March 8 to 12, 2020, inclusive, I was in Spain to cover a new bike launch. Much fanfare will be made of that launch on the website sometime in April, but without going into great detail, I shortened my stay to exit Spain just before their lockdown went into place. The resulting two-week self-quarantine from my regular gig and the local community was in the best interest of all concerned, which essentially was extended by the local county as a stay-at-home order in this part of Florida. The President announced that social distancing will continue until the end of April 2020, which likely sees the current stay-at-home order remaining in place?
The isolation from my local friends is a bummer, but phone calls and emails have done the trick, as has riding my bike, alone. If you ride your bike at the time of this article, please ride it alone, group riding is ill-advised due to the risk of spreading or contracting Coronavirus.
Honestly, I feel for businesses classified as non-essential, and anyone involved in the restaurant, hospitality or travel industry. What a total effing financial disaster, particularly for those folks who are now unemployed. I consider our local stay-at-home order aka plan “B” to be quite lenient, but wonder if the local authorities and possibly every other part of the USA, may increase the severity of stay-at-home orders to plan “A”, aka total lockdown, something akin to what is happening in Spain?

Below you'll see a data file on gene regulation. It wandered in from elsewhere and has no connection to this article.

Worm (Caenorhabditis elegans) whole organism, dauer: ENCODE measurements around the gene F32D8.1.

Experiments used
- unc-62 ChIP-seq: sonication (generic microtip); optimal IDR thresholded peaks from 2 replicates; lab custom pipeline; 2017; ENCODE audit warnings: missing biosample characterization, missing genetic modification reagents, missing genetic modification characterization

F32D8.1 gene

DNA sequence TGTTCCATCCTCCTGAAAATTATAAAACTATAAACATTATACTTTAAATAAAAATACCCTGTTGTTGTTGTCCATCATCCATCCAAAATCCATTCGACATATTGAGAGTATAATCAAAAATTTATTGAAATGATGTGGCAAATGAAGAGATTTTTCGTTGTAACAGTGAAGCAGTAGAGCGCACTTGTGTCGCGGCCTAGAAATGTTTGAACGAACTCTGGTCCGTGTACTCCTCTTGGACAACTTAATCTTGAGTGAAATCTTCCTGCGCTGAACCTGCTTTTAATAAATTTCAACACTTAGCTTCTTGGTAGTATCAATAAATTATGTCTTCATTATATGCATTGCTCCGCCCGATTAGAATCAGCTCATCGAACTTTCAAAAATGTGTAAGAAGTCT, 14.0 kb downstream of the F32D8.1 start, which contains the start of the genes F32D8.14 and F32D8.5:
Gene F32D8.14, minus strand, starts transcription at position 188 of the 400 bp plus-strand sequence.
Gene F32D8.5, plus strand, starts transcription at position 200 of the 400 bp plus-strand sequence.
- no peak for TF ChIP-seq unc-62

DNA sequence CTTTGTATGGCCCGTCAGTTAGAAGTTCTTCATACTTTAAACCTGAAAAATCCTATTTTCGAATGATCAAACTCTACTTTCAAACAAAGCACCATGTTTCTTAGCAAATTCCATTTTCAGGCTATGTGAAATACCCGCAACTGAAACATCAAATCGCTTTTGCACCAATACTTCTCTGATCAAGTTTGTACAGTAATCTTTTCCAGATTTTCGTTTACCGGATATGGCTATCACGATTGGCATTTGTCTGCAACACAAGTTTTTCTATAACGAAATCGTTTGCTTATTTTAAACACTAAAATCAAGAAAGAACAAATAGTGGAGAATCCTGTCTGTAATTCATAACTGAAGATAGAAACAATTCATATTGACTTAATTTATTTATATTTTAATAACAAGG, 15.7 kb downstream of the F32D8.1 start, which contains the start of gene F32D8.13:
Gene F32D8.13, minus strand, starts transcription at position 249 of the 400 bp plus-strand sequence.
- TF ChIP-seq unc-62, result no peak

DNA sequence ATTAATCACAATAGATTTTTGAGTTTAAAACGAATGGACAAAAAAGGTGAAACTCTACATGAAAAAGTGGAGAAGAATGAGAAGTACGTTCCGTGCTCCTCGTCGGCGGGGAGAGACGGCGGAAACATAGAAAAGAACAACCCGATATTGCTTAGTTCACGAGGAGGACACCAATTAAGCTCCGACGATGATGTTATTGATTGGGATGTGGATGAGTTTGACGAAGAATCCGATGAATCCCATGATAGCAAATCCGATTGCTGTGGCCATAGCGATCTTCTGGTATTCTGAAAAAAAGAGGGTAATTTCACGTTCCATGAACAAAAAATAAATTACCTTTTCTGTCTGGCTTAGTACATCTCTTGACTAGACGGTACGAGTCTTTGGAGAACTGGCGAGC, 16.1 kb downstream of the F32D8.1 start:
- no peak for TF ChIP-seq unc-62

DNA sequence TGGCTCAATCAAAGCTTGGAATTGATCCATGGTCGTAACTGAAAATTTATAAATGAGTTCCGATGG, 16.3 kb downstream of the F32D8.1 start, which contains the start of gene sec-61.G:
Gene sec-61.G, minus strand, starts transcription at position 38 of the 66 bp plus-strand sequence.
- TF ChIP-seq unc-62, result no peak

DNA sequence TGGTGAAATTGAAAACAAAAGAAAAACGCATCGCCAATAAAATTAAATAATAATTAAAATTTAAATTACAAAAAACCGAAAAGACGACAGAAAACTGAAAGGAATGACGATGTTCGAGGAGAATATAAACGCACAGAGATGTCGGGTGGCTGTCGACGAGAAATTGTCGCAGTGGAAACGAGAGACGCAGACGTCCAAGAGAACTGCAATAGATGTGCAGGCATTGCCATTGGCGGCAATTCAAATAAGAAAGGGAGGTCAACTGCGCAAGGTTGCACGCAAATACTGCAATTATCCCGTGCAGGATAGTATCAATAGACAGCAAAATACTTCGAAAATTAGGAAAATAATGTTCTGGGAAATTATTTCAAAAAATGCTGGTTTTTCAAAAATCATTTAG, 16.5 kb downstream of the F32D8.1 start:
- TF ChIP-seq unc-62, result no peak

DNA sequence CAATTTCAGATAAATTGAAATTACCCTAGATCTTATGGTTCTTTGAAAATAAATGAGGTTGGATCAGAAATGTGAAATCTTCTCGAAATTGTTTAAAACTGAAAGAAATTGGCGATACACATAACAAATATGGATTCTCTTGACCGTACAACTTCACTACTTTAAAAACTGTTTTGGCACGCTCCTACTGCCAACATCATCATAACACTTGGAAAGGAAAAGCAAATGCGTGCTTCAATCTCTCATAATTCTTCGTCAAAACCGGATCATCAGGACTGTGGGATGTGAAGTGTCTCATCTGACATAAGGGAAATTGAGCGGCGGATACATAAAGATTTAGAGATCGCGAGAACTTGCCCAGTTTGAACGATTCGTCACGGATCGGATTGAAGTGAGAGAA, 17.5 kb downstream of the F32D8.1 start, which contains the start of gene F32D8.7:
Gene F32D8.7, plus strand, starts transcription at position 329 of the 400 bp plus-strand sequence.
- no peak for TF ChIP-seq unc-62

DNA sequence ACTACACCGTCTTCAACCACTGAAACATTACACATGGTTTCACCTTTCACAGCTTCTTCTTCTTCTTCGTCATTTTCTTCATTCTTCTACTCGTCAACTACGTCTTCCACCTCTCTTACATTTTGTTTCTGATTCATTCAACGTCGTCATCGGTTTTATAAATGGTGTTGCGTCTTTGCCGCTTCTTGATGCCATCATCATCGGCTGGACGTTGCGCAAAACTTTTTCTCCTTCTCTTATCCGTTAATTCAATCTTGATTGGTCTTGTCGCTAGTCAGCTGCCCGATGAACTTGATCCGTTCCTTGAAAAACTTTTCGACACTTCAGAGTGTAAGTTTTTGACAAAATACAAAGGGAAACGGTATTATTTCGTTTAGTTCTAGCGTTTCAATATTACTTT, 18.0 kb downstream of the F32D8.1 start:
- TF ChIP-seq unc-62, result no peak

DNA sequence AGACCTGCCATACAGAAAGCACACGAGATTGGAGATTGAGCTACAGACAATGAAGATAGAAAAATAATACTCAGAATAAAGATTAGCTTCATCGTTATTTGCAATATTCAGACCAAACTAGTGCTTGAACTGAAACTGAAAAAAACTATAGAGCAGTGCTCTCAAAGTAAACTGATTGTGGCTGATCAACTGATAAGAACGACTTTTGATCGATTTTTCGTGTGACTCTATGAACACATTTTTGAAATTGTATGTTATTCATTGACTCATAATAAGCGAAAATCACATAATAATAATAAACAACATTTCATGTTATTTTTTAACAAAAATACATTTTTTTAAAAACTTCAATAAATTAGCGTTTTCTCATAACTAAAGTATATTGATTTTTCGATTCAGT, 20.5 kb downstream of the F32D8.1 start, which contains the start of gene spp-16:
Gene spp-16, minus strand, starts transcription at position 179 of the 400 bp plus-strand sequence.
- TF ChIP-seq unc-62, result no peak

With those thoughts in mind and newfound spare time from all of the event cancellations, March 21, 2020 was a good time to attempt the JOM XL 405. 405 miles / 648kms of mixed-surface roads along a route departing Gainesville, Florida, over to the state capital of Tallahassee, into Georgia and through the towns of Thomasville and Valdosta, before returning to Gainesville, Florida. Until now, 207 miles of the 2018 Dirty Kanza 200 had been the ceiling of my endurance efforts. My 2019 Dirty Kanza 200 was a total disaster, cut short at just over 150 miles, ruined by sickness, heat and the inability to hold down food. Early 2020 saw me roll some pleasant miles / kilometres in my Aussie homeland, but none of it was serious training, and the longest ride was somewhere around 80ish miles / 130 – 140 kilometres. Hardly groundbreaking stuff, but fortune favors the bold!